FIG. 1 is a simplified illustrative process schematic for carrying out the preferred treatment of the LCO with formaldehyde. A FCC unit (shown on a reduced scale), incorporating a reactor section 10 and a regenerator section 11 of conventional type, is fed with a preheated FCC feed through line 12. The feed is cracked by contact with the hot catalyst coming from regenerator 11 in riser reactor 13 with disengagement of the cracking products from the catalyst in reactor/disengager 15. The catalyst returns to regenerator 11 to be oxidatively regenerated while the cracking products are taken to the FCC fractionator main column, a portion of which at the level of the LCO draw is shown schematically at 20. The cracking products from the reactor enter the column near its lower end by means of a connecting line (indicated schematically) from reactor/disengager 15. The cracking products are separated into fractions in the main column with further fractionation taking place in side columns (not shown) for finer cut points to be established, e.g. for light naphtha, heavy naphtha, etc. according to conventional practice and refinery product cut point requirements.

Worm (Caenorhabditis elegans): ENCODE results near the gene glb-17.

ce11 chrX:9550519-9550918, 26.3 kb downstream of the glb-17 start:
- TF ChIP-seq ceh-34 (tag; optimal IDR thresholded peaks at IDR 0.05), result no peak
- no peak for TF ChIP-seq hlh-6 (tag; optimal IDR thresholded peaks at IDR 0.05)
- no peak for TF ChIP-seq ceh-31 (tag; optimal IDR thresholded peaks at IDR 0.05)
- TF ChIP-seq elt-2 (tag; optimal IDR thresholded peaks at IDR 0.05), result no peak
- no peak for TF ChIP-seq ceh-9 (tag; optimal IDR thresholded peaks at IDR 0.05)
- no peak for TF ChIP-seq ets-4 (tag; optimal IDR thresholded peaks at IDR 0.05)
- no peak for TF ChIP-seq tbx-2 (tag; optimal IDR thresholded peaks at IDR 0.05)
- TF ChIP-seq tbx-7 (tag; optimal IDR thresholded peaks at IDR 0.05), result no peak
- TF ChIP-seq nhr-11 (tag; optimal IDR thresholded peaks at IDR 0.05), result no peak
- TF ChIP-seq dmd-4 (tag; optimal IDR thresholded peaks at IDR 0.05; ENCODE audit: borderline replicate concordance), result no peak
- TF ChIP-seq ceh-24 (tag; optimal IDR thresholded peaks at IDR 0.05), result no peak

The LCO fraction is withdrawn at its appropriate level in the main column and conducted to LCO accumulator 21 by way of line 22. Accumulator 21 is preferably insulated and optionally heated as required to maintain the LCO at a suitable temperature for the reaction with the formaldehyde, as discussed above. Formaldehyde and catalyst may be introduced through feed line 27 in the appropriate amount relative to the cycle oil feed. Residence time in the accumulator is adjusted to permit the reaction between the nitrogenous components of the LCO to react with the formaldehyde by control of the outflow through line 23 relative to the inflow from the main column. The treated LCO is returned to the main column by means of the LCO pump around circuit including pump 24 and line 25 which enters the main column at a higher level. A portion of the LCO product which includes the formaldehyde reaction products is withdrawn from the pump around circuit by way of line 26 and taken to reboiler heater 30 before being returned to the column as reflux at a higher level through line 31 with additional LCO from the pumparound entering through line 32 as reflux. The majority of the coupling products formed by the reaction with the formaldehyde will be returned to the main column in the return lines 25, 31 and will be separated in the main column from the LCO fraction as a consequence of their higher boiling point. LCO is withdrawn as product for further processing through product take-off line 33 and can be taken to the hydrotreater for desulfurization using less severe conditions as noted above as a consequence of the removal of the coupling products between the nitrogenous heterocyclics and the formaldehyde.